They can thrive in full sun, dappled shade or partial shade.
Typically, they will do best in a sheltered spot, though most cultivars can cope with some wind exposure.
These trees are much less fussy than a lot of people think.
If you have a heavy clay soil, make sure you amend it with plenty of organic matter to improve soil structure and drainage before you plant your Acer.
Understanding Your Soil Type
In order to decide whether you need to grow Acers in containers or you can grow in the ground, your first step should be to determine your soil pH.
You can get clues about the soil in your garden from the plants already growing there and their needs, and get a rough idea about whether it is acidic, neutral or alkaline from simple home tests with vinegar and bicarbonate of soda.
But to determine the pH, you will need to get a soil testing kit.
If your soil pH is much above 7, it is alkaline and it may be better to grow Acers and other ericaceous plants, if you wish to grow them, in containers.
Learn more about soil testing in this guide.
Choosing a Potting Mix For Acers
If you decide to grow Acers in containers – for whatever reason – it is important to choose a growing medium to optimise conditions and ensure that the small trees remain as healthy as possible.
A 50-50 mix of ericaceous compost and John Innes No 3 is generally thought to be the best option.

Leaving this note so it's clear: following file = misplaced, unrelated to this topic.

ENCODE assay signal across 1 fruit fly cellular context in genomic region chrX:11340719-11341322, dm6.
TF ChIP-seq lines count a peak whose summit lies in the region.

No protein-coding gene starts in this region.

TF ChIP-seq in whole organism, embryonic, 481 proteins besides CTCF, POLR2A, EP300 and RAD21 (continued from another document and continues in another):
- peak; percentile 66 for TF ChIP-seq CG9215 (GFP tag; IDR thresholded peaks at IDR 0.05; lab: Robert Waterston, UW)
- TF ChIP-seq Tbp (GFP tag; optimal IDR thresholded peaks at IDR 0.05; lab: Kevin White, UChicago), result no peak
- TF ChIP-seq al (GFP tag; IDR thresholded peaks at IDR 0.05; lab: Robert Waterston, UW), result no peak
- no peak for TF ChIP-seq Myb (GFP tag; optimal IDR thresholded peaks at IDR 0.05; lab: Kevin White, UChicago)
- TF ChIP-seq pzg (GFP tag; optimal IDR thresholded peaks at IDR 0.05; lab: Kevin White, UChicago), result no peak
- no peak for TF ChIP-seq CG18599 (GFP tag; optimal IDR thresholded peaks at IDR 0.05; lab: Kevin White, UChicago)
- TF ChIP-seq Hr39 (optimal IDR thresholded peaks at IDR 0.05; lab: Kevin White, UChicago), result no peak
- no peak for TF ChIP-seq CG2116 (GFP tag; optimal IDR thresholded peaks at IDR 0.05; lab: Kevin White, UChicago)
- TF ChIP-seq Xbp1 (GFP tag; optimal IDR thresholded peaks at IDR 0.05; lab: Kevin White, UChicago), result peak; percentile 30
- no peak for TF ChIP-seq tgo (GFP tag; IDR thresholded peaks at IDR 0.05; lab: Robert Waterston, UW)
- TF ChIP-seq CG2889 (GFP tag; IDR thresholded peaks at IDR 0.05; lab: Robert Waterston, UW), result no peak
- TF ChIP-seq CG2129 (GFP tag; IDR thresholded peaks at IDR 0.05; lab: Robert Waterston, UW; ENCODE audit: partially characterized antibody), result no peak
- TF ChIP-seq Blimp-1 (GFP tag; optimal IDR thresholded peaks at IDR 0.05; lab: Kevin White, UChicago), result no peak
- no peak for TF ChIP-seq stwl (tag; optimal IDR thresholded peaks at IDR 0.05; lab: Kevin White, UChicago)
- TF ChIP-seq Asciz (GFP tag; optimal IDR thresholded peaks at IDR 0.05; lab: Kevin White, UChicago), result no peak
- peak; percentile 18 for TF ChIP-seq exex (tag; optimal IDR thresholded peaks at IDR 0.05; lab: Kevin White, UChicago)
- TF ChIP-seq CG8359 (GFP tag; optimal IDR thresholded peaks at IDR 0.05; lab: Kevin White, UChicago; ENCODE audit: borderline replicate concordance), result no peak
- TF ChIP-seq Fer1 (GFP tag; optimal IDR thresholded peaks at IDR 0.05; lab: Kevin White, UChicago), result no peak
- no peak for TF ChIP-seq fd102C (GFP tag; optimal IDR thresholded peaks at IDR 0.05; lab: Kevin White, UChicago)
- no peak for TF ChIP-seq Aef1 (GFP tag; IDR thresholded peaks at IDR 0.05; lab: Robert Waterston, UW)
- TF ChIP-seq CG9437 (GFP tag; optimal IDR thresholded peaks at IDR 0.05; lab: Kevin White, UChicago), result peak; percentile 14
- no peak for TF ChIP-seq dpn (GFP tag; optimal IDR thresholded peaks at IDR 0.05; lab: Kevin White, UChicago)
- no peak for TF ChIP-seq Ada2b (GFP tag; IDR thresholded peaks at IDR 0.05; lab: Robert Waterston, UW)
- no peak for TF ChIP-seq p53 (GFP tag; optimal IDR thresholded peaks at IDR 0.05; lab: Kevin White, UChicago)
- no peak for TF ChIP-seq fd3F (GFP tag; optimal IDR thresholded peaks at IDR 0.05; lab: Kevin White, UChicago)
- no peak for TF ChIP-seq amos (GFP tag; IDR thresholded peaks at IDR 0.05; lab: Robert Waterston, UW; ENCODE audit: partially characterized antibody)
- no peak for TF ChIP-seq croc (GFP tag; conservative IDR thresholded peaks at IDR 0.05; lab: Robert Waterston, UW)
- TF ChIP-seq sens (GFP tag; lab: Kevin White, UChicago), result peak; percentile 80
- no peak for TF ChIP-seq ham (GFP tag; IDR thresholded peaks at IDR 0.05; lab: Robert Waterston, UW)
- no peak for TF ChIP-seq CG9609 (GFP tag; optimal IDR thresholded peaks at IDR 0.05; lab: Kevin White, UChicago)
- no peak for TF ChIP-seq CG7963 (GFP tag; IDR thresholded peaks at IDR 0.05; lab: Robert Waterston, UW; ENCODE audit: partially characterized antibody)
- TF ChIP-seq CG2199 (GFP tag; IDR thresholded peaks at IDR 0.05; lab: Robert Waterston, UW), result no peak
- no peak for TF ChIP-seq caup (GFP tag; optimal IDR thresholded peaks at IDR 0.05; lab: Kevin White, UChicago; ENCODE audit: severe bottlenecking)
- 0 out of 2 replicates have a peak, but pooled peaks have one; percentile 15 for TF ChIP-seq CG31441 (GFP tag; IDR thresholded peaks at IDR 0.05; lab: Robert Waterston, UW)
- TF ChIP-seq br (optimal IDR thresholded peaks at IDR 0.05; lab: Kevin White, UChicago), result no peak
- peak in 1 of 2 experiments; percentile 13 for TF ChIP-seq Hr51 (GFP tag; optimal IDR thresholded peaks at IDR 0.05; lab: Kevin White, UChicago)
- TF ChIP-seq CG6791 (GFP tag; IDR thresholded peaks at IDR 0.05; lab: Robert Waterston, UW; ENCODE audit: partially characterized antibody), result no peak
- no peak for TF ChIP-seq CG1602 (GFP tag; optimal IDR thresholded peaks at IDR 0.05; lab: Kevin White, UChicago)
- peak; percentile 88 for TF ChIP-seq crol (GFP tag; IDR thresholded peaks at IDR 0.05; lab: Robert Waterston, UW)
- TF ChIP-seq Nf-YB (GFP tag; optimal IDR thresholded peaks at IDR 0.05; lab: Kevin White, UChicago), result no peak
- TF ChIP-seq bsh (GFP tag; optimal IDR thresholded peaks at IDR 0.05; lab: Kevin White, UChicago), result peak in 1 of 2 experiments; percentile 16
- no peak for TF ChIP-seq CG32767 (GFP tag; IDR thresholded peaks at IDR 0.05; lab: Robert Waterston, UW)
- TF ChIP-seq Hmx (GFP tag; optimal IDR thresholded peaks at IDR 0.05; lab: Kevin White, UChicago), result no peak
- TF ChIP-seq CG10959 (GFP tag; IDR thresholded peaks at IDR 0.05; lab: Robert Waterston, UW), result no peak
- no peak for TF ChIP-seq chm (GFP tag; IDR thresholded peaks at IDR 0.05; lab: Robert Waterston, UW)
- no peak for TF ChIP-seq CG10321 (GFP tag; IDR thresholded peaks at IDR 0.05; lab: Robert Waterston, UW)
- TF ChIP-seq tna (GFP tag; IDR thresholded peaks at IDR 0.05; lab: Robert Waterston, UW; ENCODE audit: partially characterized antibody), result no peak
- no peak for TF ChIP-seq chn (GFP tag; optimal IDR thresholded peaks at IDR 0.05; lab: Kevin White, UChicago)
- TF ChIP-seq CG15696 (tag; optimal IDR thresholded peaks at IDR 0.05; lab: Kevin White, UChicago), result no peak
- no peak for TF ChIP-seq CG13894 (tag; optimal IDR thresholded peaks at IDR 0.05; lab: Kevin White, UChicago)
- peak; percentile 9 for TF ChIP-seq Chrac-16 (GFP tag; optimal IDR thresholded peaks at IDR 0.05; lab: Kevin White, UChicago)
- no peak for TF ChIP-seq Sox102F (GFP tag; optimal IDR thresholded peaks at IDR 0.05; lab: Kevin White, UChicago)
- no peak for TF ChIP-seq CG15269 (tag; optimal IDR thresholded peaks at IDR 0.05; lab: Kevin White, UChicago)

John Innes No. 3 is a nutrient-rich loam-based potting mix that is used to establish shrubs and trees and plants which will be kept in their containers for a long period of time.
DIY Acer Potting Mix
If you want to make a similar potting mix yourself, it is made up of:
- 7 parts sterilised loam
- 3 parts peat substitute (coir, leaf mould, woody compost)
- 2 parts loose sand
Mix these ingredients at a ratio of 1:1 with an ericaceous compost which you buy (or make using more acidic organic matter, which can yield more varied results).
Acidic materials for an ericaceous compost include leaves, especially oak, pine needles, citrus, onions, sawdust from fresh-cut wood.
Note that pH will return to a more neutral level over time.
Sulphur is sometimes added to containers for ericaceous plants to provide more acidic conditions over time.
However, since Acers are not usually fussy, this is not essential in their case.
To summarise – while this mix is said to be optimal, Japanese maples, or Acers will also usually be absolutely fine in a typical loam-based compost.
So you do not necessarily have to use ericaceous compost at all.
While other ericaceous or acid-loving plants are very sensitive to pH, Acers generally are not.
They are far easier to grow than many gardeners seem to think.
See some common acer tree types for inspiration when growing in the UK.
A permaculture garden designer, sustainability consultant and freelance writer, Elizabeth works as an advocate for positive change. She aims to inspire others to reconnect with nature and live in a more eco-friendly way. She also tries to practice what she preaches as she tends her own forest garden, polyculture beds and polytunnel. See her personal website here.